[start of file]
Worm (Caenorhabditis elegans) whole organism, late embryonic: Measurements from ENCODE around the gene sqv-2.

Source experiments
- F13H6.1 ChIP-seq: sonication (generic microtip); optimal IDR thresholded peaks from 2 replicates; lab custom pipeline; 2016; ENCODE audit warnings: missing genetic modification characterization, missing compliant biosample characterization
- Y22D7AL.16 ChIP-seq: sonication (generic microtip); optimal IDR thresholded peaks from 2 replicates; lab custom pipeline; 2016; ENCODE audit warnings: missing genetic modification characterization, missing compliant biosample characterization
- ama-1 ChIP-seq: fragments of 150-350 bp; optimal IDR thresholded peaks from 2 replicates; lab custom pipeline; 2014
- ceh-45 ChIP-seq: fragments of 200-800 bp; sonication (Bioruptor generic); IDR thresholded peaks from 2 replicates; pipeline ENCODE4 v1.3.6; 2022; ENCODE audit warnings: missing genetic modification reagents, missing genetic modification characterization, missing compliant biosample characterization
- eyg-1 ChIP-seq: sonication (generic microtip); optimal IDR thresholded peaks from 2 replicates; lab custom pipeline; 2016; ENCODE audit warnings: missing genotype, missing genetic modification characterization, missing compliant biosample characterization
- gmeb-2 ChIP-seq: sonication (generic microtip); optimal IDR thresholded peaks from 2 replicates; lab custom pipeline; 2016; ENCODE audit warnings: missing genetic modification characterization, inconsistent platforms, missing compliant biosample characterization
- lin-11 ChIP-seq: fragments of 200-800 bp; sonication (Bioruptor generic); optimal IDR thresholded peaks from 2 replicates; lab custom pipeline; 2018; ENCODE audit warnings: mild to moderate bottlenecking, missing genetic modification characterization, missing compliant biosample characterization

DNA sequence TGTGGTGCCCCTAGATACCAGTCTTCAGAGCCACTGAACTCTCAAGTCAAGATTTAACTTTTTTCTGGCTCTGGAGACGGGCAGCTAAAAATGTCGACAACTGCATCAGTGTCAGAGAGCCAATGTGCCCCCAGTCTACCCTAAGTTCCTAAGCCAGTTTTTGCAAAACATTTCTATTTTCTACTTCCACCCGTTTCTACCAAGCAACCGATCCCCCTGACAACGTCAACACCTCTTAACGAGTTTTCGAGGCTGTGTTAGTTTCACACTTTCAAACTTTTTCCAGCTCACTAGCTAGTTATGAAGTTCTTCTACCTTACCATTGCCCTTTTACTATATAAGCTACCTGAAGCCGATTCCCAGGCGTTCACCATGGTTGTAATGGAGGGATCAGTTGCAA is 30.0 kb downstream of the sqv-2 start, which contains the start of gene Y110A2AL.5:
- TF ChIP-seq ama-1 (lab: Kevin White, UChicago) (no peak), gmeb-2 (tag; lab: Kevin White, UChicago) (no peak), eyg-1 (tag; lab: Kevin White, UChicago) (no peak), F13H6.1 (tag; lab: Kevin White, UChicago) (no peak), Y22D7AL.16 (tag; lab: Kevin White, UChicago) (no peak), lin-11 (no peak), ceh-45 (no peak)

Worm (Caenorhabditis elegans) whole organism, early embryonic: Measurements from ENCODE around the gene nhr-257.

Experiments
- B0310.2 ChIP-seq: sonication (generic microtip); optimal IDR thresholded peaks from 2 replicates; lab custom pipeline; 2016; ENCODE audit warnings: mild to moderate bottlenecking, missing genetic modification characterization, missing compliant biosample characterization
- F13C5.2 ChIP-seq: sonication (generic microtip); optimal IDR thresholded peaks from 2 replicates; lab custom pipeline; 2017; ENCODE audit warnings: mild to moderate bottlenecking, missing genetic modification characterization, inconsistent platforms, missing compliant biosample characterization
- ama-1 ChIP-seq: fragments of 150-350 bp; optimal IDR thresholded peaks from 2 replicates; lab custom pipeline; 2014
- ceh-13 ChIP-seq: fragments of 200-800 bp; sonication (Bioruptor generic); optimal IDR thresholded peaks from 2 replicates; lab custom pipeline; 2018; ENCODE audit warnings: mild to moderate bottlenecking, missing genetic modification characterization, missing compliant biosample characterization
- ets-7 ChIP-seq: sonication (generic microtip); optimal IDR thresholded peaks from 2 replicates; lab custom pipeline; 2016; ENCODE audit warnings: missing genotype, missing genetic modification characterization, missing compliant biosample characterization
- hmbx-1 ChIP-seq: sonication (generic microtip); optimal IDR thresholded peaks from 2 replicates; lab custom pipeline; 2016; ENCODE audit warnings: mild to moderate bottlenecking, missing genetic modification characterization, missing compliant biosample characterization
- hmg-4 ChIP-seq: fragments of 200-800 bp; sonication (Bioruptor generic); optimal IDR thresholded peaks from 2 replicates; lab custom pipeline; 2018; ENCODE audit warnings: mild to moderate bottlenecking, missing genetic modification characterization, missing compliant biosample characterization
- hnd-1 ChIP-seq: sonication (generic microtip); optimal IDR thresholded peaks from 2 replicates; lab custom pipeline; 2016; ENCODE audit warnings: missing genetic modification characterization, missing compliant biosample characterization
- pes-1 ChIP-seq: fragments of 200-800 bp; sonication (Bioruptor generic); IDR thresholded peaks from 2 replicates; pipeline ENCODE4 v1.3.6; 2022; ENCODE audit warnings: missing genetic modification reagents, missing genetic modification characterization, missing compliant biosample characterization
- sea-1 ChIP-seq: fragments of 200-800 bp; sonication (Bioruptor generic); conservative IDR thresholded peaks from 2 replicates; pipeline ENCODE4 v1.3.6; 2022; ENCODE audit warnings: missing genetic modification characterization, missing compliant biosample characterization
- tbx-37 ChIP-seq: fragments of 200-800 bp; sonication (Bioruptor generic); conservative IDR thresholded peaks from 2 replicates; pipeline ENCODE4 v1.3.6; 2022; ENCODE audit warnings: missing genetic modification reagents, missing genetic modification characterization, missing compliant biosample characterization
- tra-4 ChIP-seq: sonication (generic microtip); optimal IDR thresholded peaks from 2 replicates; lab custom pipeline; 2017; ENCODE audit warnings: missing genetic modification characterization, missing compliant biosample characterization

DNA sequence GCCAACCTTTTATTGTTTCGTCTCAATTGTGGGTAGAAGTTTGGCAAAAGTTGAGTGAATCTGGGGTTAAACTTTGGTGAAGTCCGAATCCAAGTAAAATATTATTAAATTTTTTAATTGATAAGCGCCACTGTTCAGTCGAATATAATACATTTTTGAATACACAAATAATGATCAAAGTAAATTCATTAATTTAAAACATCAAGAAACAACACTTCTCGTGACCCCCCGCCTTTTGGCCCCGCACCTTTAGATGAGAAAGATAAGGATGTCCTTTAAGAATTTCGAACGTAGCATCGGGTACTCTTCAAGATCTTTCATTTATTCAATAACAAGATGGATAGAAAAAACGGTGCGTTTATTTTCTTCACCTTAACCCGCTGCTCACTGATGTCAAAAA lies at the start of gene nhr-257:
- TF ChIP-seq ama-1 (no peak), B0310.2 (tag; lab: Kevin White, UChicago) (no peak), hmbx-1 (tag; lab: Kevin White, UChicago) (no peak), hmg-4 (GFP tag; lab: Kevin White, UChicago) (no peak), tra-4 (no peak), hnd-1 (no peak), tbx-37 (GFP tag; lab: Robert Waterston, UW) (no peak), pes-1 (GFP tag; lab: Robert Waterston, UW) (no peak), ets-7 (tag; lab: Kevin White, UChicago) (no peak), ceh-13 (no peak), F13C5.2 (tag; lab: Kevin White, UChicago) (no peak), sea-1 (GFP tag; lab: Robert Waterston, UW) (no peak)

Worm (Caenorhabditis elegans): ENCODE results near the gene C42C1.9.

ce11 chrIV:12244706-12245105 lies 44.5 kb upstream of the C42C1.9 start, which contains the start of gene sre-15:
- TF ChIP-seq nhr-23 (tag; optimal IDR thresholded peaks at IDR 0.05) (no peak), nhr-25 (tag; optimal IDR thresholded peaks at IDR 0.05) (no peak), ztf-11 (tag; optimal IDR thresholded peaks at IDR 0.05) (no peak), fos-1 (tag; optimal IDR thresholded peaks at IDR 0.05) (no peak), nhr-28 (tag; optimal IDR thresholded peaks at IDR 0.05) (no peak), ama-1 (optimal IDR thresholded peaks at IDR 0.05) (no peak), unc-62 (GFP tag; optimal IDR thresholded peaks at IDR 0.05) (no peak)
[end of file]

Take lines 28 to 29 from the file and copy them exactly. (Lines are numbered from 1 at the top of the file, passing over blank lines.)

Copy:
Worm (Caenorhabditis elegans): ENCODE results near the gene C42C1.9.

ce11 chrIV:12244706-12245105 lies 44.5 kb upstream of the C42C1.9 start, which contains the start of gene sre-15: